had fancied they could not be touched. 35
Behind the turbulence in Georgetown, there was a plan. In order
to emulate the Portuguese in the retail trade, some negroes in George-
town had, on two or three occasions, made efforts to establish by
means of associations some shops which individually they could not
conduct. But owing to fraud by their leaders, or through mismanage-
ment, failure had resulted. However, undaunted, they had formed a
Mutual Aid Society and were determined to try again. It was then
that Orr arrived. Under his influence and that of other "designing
characters", the plan was converted into one for "the general destruc-
tion of Portuguese property and the establishment of Creole shops upon
its ruins." According to the Governor, there was "no doubt" that the
riots originated in this "conspiracy" in Georgetown.36
As soon as the riots started in Georgetown, and in furtherance of
their conspiracy, emissaries left the city for the countryside in every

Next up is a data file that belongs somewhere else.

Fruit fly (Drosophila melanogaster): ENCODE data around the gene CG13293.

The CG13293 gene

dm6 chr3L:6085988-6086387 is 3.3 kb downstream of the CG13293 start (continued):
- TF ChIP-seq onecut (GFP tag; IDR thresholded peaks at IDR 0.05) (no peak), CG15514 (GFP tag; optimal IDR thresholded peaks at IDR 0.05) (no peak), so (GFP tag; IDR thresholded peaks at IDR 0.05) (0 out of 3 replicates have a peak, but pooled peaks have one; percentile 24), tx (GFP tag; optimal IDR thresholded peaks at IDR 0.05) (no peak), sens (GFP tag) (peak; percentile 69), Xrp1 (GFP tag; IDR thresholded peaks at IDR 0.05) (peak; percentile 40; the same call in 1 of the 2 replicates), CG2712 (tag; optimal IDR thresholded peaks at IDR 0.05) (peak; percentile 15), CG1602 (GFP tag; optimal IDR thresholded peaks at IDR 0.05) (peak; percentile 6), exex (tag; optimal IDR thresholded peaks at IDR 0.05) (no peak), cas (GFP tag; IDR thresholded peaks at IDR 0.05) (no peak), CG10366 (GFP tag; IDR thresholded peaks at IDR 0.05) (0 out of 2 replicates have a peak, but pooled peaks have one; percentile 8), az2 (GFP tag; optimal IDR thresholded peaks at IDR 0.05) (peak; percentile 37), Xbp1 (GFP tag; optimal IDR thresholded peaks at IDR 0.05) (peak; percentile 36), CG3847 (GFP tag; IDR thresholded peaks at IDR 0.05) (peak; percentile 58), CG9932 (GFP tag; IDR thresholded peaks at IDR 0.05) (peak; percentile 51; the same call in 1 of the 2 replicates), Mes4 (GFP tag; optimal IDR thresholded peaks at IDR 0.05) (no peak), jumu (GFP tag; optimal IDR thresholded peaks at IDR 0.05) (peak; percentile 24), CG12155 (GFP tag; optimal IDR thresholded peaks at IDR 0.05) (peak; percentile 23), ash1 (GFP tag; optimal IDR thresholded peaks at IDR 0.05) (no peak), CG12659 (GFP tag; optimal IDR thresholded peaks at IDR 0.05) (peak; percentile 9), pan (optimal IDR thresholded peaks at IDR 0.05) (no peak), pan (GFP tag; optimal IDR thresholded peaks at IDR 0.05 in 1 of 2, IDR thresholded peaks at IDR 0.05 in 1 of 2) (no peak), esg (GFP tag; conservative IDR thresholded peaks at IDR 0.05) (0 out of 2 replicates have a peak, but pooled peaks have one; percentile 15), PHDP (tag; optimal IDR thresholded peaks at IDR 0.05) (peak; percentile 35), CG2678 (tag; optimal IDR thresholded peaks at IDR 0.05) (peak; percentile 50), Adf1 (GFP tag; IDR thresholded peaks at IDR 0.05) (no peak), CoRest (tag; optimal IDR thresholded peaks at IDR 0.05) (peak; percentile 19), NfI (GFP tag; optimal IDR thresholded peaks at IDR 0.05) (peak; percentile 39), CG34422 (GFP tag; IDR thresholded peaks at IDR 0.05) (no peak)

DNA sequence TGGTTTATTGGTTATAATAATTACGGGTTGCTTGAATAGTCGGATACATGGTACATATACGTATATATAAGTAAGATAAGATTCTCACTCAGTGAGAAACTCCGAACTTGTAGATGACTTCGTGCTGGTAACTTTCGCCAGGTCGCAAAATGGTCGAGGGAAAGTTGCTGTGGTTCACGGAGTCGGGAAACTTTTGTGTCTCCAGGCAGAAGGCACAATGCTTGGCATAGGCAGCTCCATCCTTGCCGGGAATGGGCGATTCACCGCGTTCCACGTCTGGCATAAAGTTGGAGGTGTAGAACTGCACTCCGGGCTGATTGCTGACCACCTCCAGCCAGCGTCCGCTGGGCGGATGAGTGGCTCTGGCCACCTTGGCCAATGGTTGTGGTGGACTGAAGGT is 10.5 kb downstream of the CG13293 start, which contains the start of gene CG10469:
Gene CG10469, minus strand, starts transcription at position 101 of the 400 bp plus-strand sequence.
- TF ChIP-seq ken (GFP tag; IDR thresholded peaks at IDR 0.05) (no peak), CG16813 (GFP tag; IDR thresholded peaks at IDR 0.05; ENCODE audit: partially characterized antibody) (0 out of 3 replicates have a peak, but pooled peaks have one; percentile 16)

direction, raising the whole population as they proceeded, and giving
out artfully that they were acting on the orders of the Government,
which desired that the property of the Portuguese should be destroyed
in all places, that it was not desirable, to take their lives, and that
nothing was to be left in their possession.37 The result was a "most
general rising" in the colony, according to the Governor. 38 In all the
troubled areas, the Portuguese rural shops were with extremely few
exceptions, utterly ransacked. In some places, either by their own
firmness or by the assistance of well-disposed people, they were
enabled to preserve their property. 39
In the volumes at the Public Record Office in London are many
reports dealing with the riots in various villages and estates. We cannot
give a full account of them here. But from the official list of compen-
sation it is learnt that, of 615 claims received and admitted, few were
disallowed, and $267,204.39 was awarded to the rest. These figures did
not include claims of persons absent from the colony, or those who